They were frantic. Dozens of them at least. They'd been packed in the egg, and they came out in a swarm, their bodies unfolding, alien and beautiful.
They were frantic. Dozens of them at least. They'd been packed in the egg, and they came out in a swarm, their bodies unfolding, alien and beautiful. Big and fast, black apricots thundering against the glass. Skittering.
When I was little, I had an illustrated book of poems. I’m sure they were mostly lovely. But the only one I remember went like this:
Don’t care didn’t care, Don’t care was wild. Don’t care stole plum and pear, Like any beggar’s child.
Don’t care was made to care, Don’t care was hung. Don’t care was put in a pot, And boiled till he was done.
Don’t Care was accompanied by an illustration of a freckle-faced little boy, poking his poor little head out of a cauldron over a big, orange fire. It horrified me. It fascinated me. It was so gruesome to me then. If I was bored, I’d open the book, take a peek and snap it shut with a shiver.
The Hatching is my grown-up equivalent of Don’t Care. Horrifying, but just try and look away.
It opens with a group of tourists in a tropical, eerily quiet Peruvian jungle. And a hoard of mandible-clacking, flesh-and-blood-eating spiders...
And these spiders are horribly, horribly organised.
They don't operate alone. They come suddenly from nowhere, totally coordinated, moving like a black river. Then they engulf you. Clack clack clack.
But they're not just in Peru.
China's secretly nuking itself. America’s in meltdown. In Kanpur there's some weird patterns on the seismograph. Even the Outer Hebrides aren’t getting off scot-free. They're everywhere. This is total apocalypse by spiders.
The story skips back and forth across quite a large stock of people and places. It makes the story so fast and moreish. I tore through it.
There’s something properly B-movie about The Hatching. Good old-fashioned monsters that have been lying dormant for a few millennia. But now they're laying eggs in people. Bursting out of live bodies. No one’s safe. I almost didn't want to get attached to any of the characters. Especially when they’re throwing around sentiments like, ‘I promise I’ll be back soon…'
But good luck not getting drawn to these characters. Because this is where the B-movie thing stops.
Forget about shrieking damsels with heaving bosoms and auto-unbuttoning blouses. Here are kick-arse women with guns, test tubes, and the keys to the White House.
There’s America’s first female president, doing all she can to protect the world from carnivorous spiders. The US secretary of defence is a 70-something-year-old woman, and she’s fierce. A female marine heads up her (male) team in the battle against arachnids. Meanwhile, a lead female science professor races against rapidly hatching egg sacs to discover just what the hell these killer spiders are.
There are others, too. Men – not just women – scattered across the world with stories I can't wait to read more about in the rest of the series. (Although I honestly don't know how I'm going to wait for book two, which won't be published until May.)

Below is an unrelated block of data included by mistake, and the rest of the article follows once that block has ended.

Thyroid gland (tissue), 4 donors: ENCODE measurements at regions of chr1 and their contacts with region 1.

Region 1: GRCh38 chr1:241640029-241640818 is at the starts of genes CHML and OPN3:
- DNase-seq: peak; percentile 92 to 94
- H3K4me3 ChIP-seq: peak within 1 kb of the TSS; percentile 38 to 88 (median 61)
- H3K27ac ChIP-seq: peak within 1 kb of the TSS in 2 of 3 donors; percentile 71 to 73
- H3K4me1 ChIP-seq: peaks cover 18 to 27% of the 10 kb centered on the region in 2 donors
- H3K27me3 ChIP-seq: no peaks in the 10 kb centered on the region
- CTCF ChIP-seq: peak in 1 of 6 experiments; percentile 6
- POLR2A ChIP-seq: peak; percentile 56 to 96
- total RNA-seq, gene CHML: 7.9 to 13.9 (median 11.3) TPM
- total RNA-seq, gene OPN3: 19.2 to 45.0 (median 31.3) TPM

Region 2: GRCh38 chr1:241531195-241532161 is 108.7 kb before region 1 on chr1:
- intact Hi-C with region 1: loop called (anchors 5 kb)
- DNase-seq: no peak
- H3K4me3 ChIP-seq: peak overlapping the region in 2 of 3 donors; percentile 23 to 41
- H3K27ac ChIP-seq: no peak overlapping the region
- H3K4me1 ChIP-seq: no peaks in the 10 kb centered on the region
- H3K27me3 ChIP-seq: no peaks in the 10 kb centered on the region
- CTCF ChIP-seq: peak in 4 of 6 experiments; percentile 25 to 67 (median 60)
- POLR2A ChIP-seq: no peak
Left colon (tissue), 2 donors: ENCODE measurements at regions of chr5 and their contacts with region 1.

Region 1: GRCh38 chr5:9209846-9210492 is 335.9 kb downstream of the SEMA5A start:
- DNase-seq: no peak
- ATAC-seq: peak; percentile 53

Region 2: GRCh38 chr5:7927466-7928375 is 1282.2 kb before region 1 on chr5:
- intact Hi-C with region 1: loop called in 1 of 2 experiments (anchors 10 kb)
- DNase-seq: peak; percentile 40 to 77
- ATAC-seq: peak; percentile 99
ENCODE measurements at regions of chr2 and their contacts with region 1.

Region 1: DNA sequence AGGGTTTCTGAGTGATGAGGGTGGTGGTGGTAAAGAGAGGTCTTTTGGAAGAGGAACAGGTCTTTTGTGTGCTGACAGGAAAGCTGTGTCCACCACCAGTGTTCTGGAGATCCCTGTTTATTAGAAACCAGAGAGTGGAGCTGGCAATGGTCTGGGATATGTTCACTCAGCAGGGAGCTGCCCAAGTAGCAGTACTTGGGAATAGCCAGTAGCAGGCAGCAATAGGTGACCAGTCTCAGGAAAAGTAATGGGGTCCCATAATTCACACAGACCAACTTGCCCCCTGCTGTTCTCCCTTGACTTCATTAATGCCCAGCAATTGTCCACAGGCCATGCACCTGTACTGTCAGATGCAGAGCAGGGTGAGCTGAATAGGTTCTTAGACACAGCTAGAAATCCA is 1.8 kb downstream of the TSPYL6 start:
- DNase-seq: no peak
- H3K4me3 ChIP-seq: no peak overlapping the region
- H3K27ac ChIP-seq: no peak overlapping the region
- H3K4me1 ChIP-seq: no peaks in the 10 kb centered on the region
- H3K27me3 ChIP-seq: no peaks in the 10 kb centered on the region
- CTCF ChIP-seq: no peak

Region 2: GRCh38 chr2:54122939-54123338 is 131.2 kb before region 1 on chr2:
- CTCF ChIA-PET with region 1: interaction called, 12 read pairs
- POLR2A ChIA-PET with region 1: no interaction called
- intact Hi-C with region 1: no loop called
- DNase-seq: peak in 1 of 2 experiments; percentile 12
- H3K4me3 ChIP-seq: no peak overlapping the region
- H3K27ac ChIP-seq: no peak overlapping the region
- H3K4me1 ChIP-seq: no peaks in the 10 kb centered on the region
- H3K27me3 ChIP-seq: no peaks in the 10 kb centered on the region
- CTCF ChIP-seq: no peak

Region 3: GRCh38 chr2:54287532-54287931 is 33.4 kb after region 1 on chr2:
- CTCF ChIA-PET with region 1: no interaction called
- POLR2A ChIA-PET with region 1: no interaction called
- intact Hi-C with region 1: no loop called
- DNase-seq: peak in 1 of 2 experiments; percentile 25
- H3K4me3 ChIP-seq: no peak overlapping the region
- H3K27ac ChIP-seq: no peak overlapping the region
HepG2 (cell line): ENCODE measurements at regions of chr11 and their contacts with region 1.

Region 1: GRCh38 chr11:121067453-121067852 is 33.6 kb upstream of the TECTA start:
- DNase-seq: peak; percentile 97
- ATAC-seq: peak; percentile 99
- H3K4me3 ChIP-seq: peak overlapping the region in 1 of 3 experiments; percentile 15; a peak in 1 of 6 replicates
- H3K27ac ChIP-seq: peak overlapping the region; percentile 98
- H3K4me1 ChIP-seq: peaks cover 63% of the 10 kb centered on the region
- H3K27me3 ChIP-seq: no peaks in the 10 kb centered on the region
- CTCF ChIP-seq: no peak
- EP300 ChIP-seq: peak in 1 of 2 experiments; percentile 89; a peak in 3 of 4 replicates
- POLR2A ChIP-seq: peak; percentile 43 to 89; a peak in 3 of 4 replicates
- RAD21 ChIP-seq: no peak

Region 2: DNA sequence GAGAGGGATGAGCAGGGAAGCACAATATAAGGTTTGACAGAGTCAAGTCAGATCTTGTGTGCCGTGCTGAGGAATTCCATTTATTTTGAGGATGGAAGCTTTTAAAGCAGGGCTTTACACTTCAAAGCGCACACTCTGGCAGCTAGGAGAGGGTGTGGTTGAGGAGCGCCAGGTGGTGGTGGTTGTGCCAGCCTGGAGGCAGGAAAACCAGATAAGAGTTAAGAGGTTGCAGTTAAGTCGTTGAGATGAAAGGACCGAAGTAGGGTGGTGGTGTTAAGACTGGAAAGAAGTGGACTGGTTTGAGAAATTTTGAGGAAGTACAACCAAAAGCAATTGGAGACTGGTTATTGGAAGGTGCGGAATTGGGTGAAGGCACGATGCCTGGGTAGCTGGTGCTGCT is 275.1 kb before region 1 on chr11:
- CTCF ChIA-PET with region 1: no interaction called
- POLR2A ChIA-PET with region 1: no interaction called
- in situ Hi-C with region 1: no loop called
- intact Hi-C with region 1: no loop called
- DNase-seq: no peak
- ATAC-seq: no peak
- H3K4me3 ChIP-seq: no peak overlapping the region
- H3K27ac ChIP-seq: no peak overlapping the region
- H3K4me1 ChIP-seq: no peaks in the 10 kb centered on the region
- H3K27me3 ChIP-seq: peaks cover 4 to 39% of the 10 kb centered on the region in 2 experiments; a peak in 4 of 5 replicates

Basically, if you're after a fun, disturbing, addictive read that'll have you swatting at the slightest tickle on your arm, or jumping at shadowy shapes at the edge of your vision – grab a copy of The Hatching.
Around us, below us, this huge house seemed a monster, holding us in its sharp-toothed mouth. If we moved, whispered, breathed heavily, we'd be swall
Around us, below us, this huge house seemed a monster, holding us in its sharp-toothed mouth. If we moved, whispered, breathed heavily, we'd be swallowed and digested.
Flowers in the Attic is pure escapism – a bit silly but enjoyable nonetheless. Ironically, it also locks you up in a horrible old attic for pretty much the full 400-odd pages. But then, the whole book is one big ironic tale about fear and manipulation.
I missed this series growing up, although it would definitely have been right up my street. It's dark and twisted and quite Tim Burton-esque with all the blonde doll-like children, messed-up mothers, creaky old mansions and a gothic fairytale feel. Adolescent me would have been all over it. I almost certainly missed out on some of its shock-factor by reading it for the first time in my twenties, but even so, I found it fun in a creepy way.
Chris, Cathy, Cory and Carrie are four perfect children with perfect lives, until something happens and they find themselves hidden away in their grandmother's attic, like the dolls they resemble, with no end-date.
They have absolutely no contact with the outside world apart from what they see on telly or read in books. So the children create their own world with their own norms. There's a real conflict in this strange limbo between what they remember as right and wrong from before the attic, what their grandmother tells them, and what their new environment and changing bodies do to their values and roles as children. Chris and Cathy are changing rapidly as they reach puberty. Meanwhile the young twins Cory and Carrie are stunted by lack of light, food and stimulation.
Flowers in the Attic feels rather allegorical in a Victorian kind of way. It's a clever story that's satisfying and loops back round on itself nicely, which is great for the first book in a series. I haven't read the rest of the Dollanganger series yet – although I probably will get round to it at some point – but I do like it when books in a series feel complete as a standalone piece.
It's full of taboo, sexual tension and symbolism. It's claustrophobic. It's dark. It's titillating and all kinds of wrong.
It's definitely best read with your inner-teenager unleashed; hidden under the duvet with a torch, way past bedtime.